Skip to main content

Ferris State Team Looking to Expand Scope of Pharmacy-Based Lab Testing

Premium

NEW YORK – Researchers at the Ferris State University College of Pharmacy are launching a pilot project to explore pharmacy-based testing of patients to monitor hypertension and dyslipidemia.

The three-year study, funded in part by a $150,000 grant from the Michigan Department of Health and Human Services, aims to demonstrate the effectiveness of pharmacy-based testing for managing these conditions along with monitoring prescribing and dosing of relevant medications, said Michael Klepser, a professor of pharmacy at Ferris State and leader of the effort.

The work fits within the larger trend of a growing role for pharmacies in clinical testing, which has been driven over the last decade by the spread of point-of-care technologies as well as changes in state regulations and pharmacist education.

Pharmacy POC testing is distinct from other retail testing models like retail clinics such as CVS' MinuteClinic, which offers a relatively wide range of healthcare services (typically provided by a physician assistant or nurse practitioner), or collaborations between retailers and reference labs like Quest Diagnostics or Laboratory Corporation of America, where the retailers essentially serve as draw centers for these labs.

Pharmacy POC testing is done within pharmacies themselves, which are allowed to offer CLIA-waived tests provided they are registered as CLIA-waved laboratories. Around 10,000 pharmacies across the US are registered as such.

Thus far, the bulk of pharmacy testing has focused on infectious disease, with influenza and strep testing the most common followed by HIV and hepatitis C. Klepser said that he expects CLIA-waved tests for viral conjunctivitis will see growth in pharmacy testing in coming years.

The Ferris State project looks to demonstrate that pharmacies can expand beyond infectious disease and into management of more chronic conditions.

Klepser said the study, which launches in July, will start at a single pharmacy (he declined to name the company he was working with, noting that they were still finalizing the agreement) and then add locations throughout the duration of the project. The researchers will use Abbott's Piccolo Xpress analyzer to perform basically metabolic panels from patient blood samples.

"We're hoping to get information on how many patients make it to their goal with their blood pressure or cholesterol, and we'll be look at the numbers and types of interventions that the pharmacies are making and how much of that is driven by information from the lab" results, he said. "And then we'll be looking at some softer outcomes like patient satisfaction and physician satisfaction."

Klepser said the hope is that offering these lab services out of the pharmacies could prove a more efficient way of managing these patients than having patients go through a primary care physician for traditional lab testing.

"Typically when patients get started on an anti-hypertensive or a medication for their cholesterol they might have to go to a health system for dose adjustments and diagnostics," he said. "What we're hoping is that offering that in the pharmacy and managing that patient's medications and doses in the pharmacy will help get better control of their blood pressure or cholesterol and improve patient outcomes."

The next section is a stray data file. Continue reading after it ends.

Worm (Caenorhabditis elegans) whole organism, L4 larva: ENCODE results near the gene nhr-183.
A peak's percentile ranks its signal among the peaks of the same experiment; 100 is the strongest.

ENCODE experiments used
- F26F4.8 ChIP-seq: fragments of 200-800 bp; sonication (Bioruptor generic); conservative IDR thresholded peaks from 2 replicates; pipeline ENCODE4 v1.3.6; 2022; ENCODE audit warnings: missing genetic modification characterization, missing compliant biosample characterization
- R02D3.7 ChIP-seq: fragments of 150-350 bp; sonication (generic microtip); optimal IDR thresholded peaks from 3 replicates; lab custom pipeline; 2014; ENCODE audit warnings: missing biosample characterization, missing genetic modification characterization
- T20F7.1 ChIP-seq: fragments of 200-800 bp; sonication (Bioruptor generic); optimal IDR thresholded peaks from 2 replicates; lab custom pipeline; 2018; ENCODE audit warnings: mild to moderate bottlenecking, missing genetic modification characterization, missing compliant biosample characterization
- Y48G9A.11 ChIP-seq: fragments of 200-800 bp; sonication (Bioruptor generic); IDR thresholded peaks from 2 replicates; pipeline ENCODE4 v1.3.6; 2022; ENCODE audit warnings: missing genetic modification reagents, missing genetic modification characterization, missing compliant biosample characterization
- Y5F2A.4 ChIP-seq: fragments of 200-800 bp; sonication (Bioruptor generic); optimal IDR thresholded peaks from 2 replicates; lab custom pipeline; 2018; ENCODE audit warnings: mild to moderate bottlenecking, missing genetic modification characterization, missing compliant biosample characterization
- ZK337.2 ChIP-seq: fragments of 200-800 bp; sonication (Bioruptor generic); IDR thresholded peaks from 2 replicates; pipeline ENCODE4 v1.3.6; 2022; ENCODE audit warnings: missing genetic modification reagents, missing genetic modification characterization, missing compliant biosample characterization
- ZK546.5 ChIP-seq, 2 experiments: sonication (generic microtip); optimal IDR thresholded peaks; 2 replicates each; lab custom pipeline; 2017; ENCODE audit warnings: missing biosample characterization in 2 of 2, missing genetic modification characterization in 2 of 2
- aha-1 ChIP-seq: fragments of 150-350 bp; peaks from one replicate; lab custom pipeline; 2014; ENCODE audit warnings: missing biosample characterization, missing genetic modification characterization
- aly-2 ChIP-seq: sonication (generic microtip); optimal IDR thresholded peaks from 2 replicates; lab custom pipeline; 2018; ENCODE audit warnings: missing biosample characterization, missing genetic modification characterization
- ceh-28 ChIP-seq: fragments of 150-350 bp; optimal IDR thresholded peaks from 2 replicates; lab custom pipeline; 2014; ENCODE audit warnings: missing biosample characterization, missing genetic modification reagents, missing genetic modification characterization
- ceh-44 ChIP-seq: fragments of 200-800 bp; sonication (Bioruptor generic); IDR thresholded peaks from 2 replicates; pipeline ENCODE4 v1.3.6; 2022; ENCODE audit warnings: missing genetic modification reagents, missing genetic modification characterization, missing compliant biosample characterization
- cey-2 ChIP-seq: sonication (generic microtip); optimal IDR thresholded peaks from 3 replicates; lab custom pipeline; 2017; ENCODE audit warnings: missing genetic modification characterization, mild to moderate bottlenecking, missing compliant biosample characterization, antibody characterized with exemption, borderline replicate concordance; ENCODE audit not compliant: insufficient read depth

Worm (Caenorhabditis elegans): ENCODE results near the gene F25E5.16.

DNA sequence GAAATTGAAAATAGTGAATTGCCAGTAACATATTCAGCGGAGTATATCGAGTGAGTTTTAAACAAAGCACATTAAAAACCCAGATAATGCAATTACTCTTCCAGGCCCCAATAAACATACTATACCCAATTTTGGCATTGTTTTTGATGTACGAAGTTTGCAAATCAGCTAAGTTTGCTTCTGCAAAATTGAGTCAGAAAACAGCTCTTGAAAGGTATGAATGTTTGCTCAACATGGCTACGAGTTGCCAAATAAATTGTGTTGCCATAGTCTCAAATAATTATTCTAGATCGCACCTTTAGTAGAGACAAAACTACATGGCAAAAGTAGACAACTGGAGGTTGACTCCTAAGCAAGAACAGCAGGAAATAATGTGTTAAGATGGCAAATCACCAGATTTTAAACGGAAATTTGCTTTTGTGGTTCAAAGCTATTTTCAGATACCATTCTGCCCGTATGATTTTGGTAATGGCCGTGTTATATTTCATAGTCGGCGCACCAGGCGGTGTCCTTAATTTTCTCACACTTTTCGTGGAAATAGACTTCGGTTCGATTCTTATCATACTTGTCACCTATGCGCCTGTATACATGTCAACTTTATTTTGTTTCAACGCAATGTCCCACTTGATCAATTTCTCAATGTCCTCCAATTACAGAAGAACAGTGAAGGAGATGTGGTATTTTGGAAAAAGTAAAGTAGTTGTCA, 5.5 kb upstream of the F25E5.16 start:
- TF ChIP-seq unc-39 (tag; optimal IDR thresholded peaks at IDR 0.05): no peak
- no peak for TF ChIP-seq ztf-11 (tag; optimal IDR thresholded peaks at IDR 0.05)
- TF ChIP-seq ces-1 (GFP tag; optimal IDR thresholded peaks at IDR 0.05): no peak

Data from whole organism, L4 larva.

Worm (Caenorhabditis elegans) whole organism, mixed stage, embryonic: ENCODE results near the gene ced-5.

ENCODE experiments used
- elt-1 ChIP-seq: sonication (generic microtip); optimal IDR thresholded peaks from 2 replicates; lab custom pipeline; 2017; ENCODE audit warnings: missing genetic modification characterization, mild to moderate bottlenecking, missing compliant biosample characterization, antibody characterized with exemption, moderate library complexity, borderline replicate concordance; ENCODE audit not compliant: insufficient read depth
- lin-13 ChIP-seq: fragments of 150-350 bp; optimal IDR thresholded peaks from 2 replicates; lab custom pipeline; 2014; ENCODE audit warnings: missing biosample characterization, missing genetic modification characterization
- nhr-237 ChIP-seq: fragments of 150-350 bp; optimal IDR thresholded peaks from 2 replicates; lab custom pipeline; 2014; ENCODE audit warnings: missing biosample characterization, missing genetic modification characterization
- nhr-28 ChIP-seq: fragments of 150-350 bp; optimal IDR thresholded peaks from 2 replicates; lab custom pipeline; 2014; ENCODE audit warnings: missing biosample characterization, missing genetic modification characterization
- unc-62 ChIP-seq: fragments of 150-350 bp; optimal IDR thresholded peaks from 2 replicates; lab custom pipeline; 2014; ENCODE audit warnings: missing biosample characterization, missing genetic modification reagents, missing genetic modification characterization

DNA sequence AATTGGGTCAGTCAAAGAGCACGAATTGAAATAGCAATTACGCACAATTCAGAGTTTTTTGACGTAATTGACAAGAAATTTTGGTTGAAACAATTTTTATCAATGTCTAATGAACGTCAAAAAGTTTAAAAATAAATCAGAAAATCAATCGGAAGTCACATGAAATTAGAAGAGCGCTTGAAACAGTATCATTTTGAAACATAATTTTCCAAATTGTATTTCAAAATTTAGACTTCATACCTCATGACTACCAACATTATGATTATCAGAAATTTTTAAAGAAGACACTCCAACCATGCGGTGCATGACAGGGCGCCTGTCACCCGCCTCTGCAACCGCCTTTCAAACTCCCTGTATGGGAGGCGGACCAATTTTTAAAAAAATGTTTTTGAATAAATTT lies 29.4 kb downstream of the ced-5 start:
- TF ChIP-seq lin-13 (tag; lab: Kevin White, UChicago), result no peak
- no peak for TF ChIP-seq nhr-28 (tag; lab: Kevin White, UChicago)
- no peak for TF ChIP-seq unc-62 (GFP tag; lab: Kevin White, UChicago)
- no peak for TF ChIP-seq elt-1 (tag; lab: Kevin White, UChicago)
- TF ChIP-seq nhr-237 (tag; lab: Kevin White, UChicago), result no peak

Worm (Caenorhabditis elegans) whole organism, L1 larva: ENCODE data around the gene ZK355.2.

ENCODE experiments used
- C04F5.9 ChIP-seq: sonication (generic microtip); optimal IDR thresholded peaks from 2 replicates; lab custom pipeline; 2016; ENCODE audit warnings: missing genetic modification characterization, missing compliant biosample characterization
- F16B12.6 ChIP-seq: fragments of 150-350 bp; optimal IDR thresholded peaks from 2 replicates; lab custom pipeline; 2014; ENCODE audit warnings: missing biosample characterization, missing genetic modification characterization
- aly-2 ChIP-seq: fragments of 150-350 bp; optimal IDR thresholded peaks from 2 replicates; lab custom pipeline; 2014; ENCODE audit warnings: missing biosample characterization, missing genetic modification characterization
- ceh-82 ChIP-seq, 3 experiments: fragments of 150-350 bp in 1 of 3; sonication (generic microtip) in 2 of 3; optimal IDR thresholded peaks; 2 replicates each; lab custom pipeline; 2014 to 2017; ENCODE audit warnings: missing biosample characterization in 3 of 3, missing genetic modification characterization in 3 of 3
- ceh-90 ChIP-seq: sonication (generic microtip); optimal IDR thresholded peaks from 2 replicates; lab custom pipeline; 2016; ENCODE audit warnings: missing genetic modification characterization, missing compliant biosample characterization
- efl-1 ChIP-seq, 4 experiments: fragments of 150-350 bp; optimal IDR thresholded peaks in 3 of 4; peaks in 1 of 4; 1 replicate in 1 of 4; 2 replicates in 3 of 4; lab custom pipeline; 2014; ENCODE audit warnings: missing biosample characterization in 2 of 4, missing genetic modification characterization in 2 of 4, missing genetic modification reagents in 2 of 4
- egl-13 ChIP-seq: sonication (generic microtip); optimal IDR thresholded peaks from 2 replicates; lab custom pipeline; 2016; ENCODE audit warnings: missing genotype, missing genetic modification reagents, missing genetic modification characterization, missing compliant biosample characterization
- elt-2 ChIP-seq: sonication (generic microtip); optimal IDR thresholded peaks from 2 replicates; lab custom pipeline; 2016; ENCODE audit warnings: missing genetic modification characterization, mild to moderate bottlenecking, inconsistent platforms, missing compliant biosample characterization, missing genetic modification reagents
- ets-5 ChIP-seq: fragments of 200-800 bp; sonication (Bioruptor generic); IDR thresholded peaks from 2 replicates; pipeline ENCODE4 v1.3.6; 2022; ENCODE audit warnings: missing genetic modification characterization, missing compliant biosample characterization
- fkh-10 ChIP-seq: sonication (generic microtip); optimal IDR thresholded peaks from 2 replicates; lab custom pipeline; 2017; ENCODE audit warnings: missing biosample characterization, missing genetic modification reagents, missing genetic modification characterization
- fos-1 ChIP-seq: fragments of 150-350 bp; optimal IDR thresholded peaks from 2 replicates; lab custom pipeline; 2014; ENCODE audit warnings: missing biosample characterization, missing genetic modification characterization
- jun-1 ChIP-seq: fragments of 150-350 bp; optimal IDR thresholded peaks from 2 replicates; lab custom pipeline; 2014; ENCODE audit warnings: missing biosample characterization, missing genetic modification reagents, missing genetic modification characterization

He added that such pharmacy-based testing could also prove useful for patients who don't have primary care providers, both in terms of providing them with lab results and for connecting them with the medical system and a primary care physician.

A 2015 report by Deloitte predicted that POC testing will surpass immunizations as a revenue driver for pharmacies, noting that "pressure from payers to detect high-cost diseases early will help speed up the growth of pharmacy-based diagnostic screening services."

There is interest from the provider side, as well, which Klepser said has increasingly seen the value of pharmacy-based medical care.

When pharmacies began providing vaccinations around two decades ago, "there was a lot of pushback," Klepser said. "Now I have seen that change quite a bit in terms of [doctors seeing] that pharmacists could be managing some of these patients that are at lower risk for complications."

"Especially when you start talking about the fact that 30 to 40 percent of individuals don't have a primary care provider, the physician groups would rather try to do something for those patients than nothing," he added.

Klepser said that the financial struggles of many rural healthcare systems had also heightened the relevance of pharmacies for lab testing.

"If you're in a small farming community, there probably aren't enough people to support even an urgent care clinic and one of the clinics in the pharmacy," he said. "But between the retail front and the prescriptions, there might be enough business there to support a pharmacy. And I think that you'll see some health systems realize that partnering with the pharmacy is a cost effective way to manage those patients."

In addition to the hypertension and dyslipidemia study, Klepser and his colleagues are in the middle of a study exploring use of the Piccolo Xpress in rural pharmacies for metabolic testing. He said they hope to publish results in the next 18 months.

They are also considering launching a study looking at whether pharmacies could operate HIV Pre-exposure prophylaxis (PrEP) therapy programs using POC chemistry analyzers to do lab testing to support management of patients on that therapy.

Additionally, they are in the middle of the study looking at implementing respiratory panels like the BioMérieux's BioFire FilmArray in pharmacies, with an emphasis on helping diagnose respiratory conditions among high-risk individuals to help determine whether they have an infection that needs additional medical treatment.